Boris Nemtsov: Friend dismisses 'nonsensical' theory he was murdered over Charlie Hebdo

One of the suspects is a Chechen Muslim described as a 'deep believer'

Friends of murdered Russian opposition politician Boris Nemtsov have said suggestions that anger over his support for Charlie Hebdo may have led Islamists to kill him are “nonsensical”.

Speculation about an extremist link has increased after investigators charged a man from the Muslim Chechnya region over the shooting and the suspect's former manager said he was angered by the French magazine’s depictions of the Prophet Mohamed.

The co-leader of Mr Nemtsov’s liberal opposition party, Ilya Yashin, said on Sunday that his “worst fears are coming true”.

"The trigger man will be blamed, while those who actually ordered Nemtsov's killing will go free," he wrote on Twitter.

"Investigators' nonsensical theory about Islamist motives in Nemtsov's killing suit the Kremlin and take Putin out of the firing line."

Mr Nemtsov, Russia’s former deputy Prime Minister, was shot in the back four times on a bridge in the shadow of the Kremlin on 27 February as he walked home from dinner with his girlfriend.

Prosecutors have charged two men, Zaur Dadayev and Anzor Gubashev, with involvement and are holding three others as suspects.

There was reportedly a sixth suspect who blew himself up with a grenade as police attempted to seize him in Grozny, Chechnya, on Saturday night.

Officials say Dadayev, who used to be a commander in the Chechen police's “Sever” battalion, has admitted a part in the killing.

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Zaur Dadaev, who has admitted to his involvement in the killing of Russian opposition leader Boris Nemtsov, is has been charged in connection with the case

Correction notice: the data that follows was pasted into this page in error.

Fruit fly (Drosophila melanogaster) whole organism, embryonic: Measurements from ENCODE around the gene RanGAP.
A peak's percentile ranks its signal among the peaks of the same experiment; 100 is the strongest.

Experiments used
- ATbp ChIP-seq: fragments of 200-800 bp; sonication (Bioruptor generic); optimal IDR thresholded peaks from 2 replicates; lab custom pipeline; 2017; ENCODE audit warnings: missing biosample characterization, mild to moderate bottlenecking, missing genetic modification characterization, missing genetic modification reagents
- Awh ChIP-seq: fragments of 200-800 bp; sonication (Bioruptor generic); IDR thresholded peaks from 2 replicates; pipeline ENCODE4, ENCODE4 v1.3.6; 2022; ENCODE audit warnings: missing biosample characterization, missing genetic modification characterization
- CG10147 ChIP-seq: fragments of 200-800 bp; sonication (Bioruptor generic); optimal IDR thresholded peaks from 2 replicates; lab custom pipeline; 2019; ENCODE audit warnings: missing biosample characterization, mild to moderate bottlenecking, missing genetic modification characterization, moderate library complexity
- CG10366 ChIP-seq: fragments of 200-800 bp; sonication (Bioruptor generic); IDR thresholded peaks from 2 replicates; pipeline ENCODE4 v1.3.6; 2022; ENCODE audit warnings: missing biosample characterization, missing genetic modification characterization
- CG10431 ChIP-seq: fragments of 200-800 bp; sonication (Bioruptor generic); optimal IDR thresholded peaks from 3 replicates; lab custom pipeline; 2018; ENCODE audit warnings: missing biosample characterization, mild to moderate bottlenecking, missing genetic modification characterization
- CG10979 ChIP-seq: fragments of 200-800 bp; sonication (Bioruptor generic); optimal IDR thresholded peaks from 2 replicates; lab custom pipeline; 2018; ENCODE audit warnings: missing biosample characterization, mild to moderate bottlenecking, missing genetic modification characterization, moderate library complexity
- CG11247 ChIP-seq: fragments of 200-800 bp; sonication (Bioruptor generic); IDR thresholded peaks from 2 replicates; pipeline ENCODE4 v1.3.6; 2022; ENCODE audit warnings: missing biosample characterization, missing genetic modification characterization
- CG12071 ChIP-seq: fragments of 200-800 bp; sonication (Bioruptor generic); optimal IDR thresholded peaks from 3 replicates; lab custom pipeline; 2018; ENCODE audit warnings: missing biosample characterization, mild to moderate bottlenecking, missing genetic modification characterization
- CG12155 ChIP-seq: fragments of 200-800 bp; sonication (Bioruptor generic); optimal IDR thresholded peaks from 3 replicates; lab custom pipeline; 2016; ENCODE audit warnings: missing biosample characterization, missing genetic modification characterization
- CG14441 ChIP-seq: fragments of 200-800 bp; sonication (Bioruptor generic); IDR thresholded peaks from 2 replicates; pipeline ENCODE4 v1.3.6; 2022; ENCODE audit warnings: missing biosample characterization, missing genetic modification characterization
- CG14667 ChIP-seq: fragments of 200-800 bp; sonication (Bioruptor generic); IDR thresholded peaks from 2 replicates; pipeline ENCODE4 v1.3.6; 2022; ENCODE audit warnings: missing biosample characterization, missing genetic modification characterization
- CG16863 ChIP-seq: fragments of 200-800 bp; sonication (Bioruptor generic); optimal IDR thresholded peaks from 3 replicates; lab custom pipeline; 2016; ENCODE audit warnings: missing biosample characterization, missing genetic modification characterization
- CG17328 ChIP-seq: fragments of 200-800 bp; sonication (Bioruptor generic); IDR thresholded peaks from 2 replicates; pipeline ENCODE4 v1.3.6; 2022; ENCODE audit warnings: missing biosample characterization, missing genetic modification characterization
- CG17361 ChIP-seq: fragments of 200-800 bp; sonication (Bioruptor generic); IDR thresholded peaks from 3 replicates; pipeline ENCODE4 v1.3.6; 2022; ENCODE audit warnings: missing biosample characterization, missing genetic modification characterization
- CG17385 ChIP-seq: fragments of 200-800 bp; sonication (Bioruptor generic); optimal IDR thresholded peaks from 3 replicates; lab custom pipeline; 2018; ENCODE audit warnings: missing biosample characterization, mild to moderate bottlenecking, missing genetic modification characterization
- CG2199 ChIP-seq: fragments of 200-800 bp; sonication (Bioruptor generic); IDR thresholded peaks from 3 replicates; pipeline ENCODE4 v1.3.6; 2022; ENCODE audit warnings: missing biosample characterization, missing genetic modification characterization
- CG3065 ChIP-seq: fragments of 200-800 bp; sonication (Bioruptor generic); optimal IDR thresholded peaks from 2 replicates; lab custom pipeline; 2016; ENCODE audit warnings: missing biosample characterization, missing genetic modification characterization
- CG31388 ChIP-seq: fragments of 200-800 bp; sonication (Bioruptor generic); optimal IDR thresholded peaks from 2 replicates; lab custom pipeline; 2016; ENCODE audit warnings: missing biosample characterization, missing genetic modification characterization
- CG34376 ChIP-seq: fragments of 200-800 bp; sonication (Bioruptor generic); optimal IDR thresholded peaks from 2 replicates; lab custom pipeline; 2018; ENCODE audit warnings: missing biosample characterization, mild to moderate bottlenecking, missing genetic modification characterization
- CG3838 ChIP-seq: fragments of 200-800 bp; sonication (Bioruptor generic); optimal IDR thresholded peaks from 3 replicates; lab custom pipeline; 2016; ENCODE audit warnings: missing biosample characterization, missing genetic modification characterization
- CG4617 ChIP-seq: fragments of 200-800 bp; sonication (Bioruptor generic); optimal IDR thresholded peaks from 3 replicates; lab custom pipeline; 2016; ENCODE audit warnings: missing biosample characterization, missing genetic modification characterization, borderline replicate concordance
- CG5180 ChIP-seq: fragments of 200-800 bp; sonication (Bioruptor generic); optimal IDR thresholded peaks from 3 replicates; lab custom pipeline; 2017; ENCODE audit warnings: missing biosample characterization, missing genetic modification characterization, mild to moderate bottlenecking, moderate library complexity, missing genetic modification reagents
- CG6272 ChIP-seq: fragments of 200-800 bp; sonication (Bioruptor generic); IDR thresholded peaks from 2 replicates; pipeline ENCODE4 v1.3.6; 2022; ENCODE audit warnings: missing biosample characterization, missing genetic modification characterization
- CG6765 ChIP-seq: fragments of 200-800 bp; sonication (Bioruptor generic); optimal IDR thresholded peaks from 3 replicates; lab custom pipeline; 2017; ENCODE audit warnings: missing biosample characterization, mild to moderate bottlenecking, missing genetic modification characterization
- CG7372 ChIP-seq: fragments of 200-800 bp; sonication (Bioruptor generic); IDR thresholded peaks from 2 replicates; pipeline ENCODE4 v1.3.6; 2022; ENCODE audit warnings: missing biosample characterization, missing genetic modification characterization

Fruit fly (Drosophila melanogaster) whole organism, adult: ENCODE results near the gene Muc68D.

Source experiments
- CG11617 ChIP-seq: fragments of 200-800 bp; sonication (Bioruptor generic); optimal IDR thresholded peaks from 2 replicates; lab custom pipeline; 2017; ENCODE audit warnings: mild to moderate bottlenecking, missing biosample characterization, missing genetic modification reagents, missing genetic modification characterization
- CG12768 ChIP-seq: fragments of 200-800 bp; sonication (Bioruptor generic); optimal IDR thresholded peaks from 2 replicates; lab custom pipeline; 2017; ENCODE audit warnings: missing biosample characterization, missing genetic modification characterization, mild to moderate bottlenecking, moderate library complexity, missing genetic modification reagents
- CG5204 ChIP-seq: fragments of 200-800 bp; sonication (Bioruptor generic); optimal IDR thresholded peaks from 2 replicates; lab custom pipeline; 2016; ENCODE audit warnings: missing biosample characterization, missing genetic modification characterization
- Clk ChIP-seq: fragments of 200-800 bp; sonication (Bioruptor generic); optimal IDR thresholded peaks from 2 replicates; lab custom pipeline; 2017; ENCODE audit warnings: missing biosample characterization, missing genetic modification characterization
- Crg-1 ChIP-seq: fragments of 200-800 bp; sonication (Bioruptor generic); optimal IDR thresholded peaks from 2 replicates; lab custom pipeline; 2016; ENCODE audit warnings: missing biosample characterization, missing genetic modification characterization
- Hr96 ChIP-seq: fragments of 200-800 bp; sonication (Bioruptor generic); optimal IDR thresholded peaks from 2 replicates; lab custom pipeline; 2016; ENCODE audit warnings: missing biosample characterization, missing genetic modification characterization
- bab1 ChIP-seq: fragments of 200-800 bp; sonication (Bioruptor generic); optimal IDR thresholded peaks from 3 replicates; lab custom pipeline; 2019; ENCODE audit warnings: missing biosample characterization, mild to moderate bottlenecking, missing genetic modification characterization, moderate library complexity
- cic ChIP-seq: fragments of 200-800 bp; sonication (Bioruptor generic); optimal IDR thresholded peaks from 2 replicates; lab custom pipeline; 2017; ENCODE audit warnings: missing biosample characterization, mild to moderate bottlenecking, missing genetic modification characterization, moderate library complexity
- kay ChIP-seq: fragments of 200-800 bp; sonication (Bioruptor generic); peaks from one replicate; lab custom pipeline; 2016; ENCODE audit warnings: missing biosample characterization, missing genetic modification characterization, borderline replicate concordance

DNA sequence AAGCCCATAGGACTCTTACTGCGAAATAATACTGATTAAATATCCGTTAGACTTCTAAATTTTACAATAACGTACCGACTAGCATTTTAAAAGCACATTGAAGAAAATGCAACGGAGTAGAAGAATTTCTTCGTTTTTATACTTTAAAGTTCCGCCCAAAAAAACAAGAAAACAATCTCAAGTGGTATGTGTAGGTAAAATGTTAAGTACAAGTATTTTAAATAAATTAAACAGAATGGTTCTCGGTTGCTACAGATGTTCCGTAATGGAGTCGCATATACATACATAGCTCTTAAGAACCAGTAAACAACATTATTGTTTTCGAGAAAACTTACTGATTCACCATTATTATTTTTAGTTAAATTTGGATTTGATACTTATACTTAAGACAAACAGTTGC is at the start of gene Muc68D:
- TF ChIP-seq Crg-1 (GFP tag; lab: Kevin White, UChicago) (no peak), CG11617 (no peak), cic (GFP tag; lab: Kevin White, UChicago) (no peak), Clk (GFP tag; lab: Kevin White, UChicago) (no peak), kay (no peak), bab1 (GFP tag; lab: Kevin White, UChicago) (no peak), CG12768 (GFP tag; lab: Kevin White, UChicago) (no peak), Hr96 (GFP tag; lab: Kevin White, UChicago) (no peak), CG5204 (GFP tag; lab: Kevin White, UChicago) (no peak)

Chechen leader Ramzan Kadyrov, who is loyal to President Putin after being installed as head of the republic in 2007, said he knew Dadayev and spoke of his hatred of Charlie Hebdo.

“All who know Zaur (Dadayev) confirm that he is a deep believer and also that he, like all Muslims, was shocked by the activities of Charlie and comments in support of printing the cartoons,” Kadyrov wrote on his Instagram account.

Mr Nemtsov had defended cartoons of the Prophet Mohamed while expressing outrage at the Charlie Hebdo massacre carried out by two jihadists in Paris.

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Chechen President Ramzan Kadyrov speaks an anti-Charlie Hebdo rally in Grozny on 19 January

Colleagues had quickly pointed to his vocal criticism of Vladimir Putin and Russia’s alleged involvement in the Ukrainian war as a motive for either the secret service or ultra nationalists to carry out the murder.

The Russian President strongly denied any part in it and his spokesperson suggested Mr Nemtsov’s death may have been a “provocation” to destabilise Russia, although the politician’s associates still argue the Kremlin stood to gain.

Many do not believe fanatics acting alone could have shot someone dead in the heart of Moscow, close to the well guarded Kremlin and famous Red Square.

Mr Nemtsov was not widely popular in Russia outside the small, urban intelligentsia, but his supporters say he was a threat to the government because he was determined to expose official corruption.

In the days before he was killed, he was working on a report which aides said would allege that Russia was sending regular troops to fight in eastern Ukraine.

The allegations have been widely made by Nato, the US and Western allies but Moscow has denied any direct involvement in the fighting.

Additional reporting by Reuters

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